I remember being sceptical about this concept at the time. Maybe because I had no idea of love back then, all I knew was the ooey-gooey stuff from books and movies. Now, I would define it differently: Love is the attention and time we give to something or someone - the shared moments of connection.
And this does heal.

Even if the connection is no longer there, there have been plenty of shared moments. 

I will be forever grateful for the ones we had.

I miss you, my dear friend.

Philosophies in Improv

I have had several improv teachers in my life and have tried and seen many different approaches. However, I have not met something that tries to capture improv philosophies and it is a shame as it can make a ton of difference.
Here I will try to do something along these lines. Though, I recommend taking it with a grain of salt. I'm no expert in the matter. These are just some thoughts.

Why is it important?

Let me give you an example. In LARP (live action role play) there are two main attitudes: play to win or to have an adventure.
In case you want to have the latter, you make a group of a fighter, spellcaster, healer, thief, etc - you know, the classic variety - and just try to have a great story together. Yes, it is great if you can also finish your mission, but the main aim is on the narrative and roleplay. You keep your real life and game separated.
In case you play to win, your approach is very different. You set up a group of clerics (essentially, tanks with healing spells) and use anything at your disposal to win the game/mission/narrative. Hence you have already made plans and preparations in advance to make sure you succeed.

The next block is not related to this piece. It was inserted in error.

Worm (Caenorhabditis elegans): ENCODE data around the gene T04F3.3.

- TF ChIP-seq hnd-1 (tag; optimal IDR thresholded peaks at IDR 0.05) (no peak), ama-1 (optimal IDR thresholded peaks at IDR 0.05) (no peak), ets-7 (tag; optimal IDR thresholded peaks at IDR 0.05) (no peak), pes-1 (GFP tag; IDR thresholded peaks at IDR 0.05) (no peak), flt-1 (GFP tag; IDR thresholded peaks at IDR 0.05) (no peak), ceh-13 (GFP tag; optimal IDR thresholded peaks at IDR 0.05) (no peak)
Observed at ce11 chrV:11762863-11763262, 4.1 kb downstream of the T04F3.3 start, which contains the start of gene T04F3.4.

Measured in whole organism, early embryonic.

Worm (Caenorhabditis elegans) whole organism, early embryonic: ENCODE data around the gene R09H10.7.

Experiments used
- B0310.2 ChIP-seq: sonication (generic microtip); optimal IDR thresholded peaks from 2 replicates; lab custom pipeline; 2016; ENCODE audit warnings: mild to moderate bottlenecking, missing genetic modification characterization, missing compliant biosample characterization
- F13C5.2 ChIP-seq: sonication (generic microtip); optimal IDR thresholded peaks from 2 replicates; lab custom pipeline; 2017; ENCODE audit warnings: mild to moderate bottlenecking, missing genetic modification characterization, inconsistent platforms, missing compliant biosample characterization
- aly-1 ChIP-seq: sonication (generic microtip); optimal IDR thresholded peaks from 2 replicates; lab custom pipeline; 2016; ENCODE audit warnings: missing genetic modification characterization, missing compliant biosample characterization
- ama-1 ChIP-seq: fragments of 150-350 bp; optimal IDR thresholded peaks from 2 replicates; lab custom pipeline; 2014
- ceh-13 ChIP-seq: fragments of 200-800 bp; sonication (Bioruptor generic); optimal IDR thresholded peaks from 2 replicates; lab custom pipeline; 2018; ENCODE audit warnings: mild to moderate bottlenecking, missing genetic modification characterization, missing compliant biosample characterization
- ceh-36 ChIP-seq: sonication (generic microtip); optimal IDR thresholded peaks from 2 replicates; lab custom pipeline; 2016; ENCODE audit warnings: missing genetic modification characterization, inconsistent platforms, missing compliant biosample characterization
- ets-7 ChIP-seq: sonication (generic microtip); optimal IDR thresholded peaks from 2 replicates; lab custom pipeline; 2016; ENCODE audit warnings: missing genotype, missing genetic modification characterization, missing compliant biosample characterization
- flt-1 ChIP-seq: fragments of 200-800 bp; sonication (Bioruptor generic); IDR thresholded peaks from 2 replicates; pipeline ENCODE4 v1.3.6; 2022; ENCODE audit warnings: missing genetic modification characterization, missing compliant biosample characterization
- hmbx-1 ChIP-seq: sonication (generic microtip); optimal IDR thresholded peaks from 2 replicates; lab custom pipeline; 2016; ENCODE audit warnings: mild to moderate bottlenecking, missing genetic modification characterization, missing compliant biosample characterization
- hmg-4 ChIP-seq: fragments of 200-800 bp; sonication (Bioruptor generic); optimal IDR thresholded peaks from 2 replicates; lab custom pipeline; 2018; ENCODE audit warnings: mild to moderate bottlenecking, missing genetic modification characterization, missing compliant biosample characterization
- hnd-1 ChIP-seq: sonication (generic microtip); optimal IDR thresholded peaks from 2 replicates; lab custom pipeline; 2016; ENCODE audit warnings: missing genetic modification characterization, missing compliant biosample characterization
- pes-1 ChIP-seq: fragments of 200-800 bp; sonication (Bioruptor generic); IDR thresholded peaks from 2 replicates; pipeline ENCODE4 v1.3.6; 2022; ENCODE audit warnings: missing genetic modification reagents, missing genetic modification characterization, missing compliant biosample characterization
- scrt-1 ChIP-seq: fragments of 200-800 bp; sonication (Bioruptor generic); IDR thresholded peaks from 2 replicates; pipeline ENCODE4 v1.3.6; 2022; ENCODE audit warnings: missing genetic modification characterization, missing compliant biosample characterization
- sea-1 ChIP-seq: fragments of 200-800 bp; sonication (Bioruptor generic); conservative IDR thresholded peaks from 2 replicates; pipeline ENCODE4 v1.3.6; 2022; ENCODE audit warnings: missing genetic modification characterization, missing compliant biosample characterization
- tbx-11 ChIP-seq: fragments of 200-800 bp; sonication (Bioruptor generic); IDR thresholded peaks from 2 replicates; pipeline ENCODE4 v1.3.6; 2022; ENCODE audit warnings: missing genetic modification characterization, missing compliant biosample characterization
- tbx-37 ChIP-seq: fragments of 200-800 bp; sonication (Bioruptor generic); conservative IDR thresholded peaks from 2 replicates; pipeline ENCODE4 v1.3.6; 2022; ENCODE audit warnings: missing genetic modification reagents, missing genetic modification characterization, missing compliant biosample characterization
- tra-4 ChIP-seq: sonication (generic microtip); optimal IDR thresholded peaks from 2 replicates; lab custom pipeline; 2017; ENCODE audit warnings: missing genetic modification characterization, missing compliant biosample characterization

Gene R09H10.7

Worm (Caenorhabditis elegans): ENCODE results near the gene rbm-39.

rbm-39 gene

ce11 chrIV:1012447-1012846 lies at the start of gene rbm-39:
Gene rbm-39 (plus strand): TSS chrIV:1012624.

You can already guess what happens when these two approaches clash within one game. Both will accuse the other of not being a good sport.
Both act based on their philosophy and expect others to do the same... and this is the problem. However, if you are aware of these two very different approaches, you can act accordingly and as a game master even make games that would challenge both. While it is wise to keep these approaches in mind, note that there are plenty of players who are somewhere in the middle.

What about in improv?

I have been pondering this question for a long time. I see the difference, but don't know how to put it into words. However, it can help to look at the last 2 improv books in my collection:
The Improviser's Way: A Longform Workbook by Katy Schutte
TAKE IT EASY™ by Ryan Millar
Both brilliant in their own way and both made by brilliant improv actors/teachers (and I met both of them in my first year in improv).
One gives very specific instructions on how to create and train for a format, while the other gives advice on how to not fret too much, be like water and go with whatever is there.  I don't want to call them conflicting approaches, however, one seems to be more structure oriented while the other is more about discovering what is already there. Don't get me wrong, you can also discover what is there within a structure and you can just as well create a structure around what you discover on the spot - we do it all the time on the stage.
The question is more along the lines of what do you establish first.

The Actors Dream

Sometimes we tend to forget what a magnificent thing we do as improv teachers. A stage is a scary place and many people have had nightmares of being in the middle of it and not knowing what to say.  This nightmare is so common among people who are constantly on stage that even has a name: The Actors Dream.
We, the improv teachers are challenging this nightmare and it is not a small feat as there are only two things we can do about it. The stage is scary - you can improve the armour or remove the fear.